In our first event, the waste from 120 people for 72 hours was so small (half a trailer-load). Drive to be thoughtful about all purchases (no matter how mad this seems) and have a low carbon-footprint. BCorporations can save time.

5. Engage People Who Get It.

Engage others who have been to the same/similar event, who’ve noticed the details and what was behind it. They’ll provide ideas that may suit the local environs.

Here’s looking at you Ross Hill for your observations of Do Wales, your advocacy, and wild ideas.

6. Provide Detailed Examples of the Vision.

Spend a lot of time communicating the vision, values of the event and provide detailed examples of what works and what doesn’t – when you’re creating something very special, the details help.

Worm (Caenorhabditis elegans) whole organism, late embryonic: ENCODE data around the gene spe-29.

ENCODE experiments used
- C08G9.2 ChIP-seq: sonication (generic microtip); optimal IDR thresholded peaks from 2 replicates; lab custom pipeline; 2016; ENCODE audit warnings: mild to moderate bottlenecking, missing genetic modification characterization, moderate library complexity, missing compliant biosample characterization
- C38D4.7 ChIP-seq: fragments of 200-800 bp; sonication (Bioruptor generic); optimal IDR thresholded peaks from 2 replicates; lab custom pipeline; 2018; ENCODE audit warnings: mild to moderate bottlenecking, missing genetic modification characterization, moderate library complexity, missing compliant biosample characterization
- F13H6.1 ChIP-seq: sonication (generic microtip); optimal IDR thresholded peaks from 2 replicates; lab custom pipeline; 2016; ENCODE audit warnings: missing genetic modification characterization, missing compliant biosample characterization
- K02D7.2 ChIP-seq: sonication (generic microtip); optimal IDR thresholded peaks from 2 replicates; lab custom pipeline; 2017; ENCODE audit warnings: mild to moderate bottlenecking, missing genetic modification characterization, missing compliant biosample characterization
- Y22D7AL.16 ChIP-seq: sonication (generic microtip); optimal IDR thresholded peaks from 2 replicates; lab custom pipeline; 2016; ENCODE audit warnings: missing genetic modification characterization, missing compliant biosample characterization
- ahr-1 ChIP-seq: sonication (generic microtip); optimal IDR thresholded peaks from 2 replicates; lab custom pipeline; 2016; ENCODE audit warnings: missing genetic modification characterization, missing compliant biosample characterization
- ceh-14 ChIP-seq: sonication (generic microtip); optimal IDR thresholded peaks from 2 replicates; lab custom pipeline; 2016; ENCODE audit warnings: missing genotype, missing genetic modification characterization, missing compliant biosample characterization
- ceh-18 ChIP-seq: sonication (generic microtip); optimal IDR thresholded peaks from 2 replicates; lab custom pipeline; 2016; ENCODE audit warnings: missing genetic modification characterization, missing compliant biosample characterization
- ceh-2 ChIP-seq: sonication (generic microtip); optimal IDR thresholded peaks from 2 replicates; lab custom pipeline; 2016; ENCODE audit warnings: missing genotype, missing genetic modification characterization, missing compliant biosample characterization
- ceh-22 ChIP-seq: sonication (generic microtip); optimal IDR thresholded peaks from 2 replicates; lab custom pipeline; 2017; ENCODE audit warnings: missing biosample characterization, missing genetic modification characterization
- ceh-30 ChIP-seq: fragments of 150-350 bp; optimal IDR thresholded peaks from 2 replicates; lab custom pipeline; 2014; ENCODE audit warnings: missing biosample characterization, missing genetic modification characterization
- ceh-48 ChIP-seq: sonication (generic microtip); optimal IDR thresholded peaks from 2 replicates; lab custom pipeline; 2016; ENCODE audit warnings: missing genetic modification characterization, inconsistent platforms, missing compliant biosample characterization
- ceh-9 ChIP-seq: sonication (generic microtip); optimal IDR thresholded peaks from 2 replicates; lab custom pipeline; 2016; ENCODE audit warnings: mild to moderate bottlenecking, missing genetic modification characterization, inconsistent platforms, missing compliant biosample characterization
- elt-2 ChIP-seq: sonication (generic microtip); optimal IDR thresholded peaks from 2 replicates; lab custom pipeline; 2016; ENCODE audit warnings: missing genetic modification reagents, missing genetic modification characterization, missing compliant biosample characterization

We may try creating a brand book or style guide to help newcomers to the team though we haven’t yet. So far, I’ve focused on finding people with the inherent instinct, the ‘thoughtfulness gene’, the willingness/openness to learn and having them attend and/or volunteer at a Do experience.

Have your team members immerse themselves in similar events. Afterwards, hear what they experienced – what was great, what was not-so-great, what could’ve been improved. Hearing what they wish to incorporate here provides a great chance to check in and enhance unique aspects of the vision and values.

Thanks to Mel for attending the Do Lectures USA.
Side note – make time to apply to intern/volunteer with the DO Wales team, it’ll be time amazingly well spent (I loved spending a month with them in 2012).

Thank You and Well Done!

The DO lectures crew are here cheering you on.

Already we’re applauding all you’ve done in creating an event that’ll create amazing ripple effects.


Get in touch for further support.

~ Sam

Other posts in this series are here and this is why I do DO.

The Do Lectures Australia crew are currently enjoying other adventures and we’re starting to feel the pull to organise something that’s bonzer.